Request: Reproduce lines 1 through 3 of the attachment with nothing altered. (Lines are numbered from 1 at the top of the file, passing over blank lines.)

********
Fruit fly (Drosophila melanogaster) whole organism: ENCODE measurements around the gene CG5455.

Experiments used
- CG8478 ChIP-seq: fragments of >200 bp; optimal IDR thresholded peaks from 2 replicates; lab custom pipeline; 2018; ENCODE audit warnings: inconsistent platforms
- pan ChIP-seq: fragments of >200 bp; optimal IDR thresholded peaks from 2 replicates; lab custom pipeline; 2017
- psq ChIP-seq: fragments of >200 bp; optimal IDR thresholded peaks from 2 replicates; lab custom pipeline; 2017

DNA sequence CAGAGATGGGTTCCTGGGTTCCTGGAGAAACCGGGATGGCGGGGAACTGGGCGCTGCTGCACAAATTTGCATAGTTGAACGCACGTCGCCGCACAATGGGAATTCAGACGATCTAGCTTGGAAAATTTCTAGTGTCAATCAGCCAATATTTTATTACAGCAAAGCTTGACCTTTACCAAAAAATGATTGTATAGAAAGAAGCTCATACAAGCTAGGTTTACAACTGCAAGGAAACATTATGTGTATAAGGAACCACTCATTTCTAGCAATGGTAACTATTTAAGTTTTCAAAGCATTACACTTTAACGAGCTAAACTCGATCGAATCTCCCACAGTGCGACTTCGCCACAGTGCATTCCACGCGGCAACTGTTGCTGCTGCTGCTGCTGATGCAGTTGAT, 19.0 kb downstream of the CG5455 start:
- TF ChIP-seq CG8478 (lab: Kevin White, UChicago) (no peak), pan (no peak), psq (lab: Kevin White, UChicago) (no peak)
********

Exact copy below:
Fruit fly (Drosophila melanogaster) whole organism: ENCODE measurements around the gene CG5455.

Experiments used
- CG8478 ChIP-seq: fragments of >200 bp; optimal IDR thresholded peaks from 2 replicates; lab custom pipeline; 2018; ENCODE audit warnings: inconsistent platforms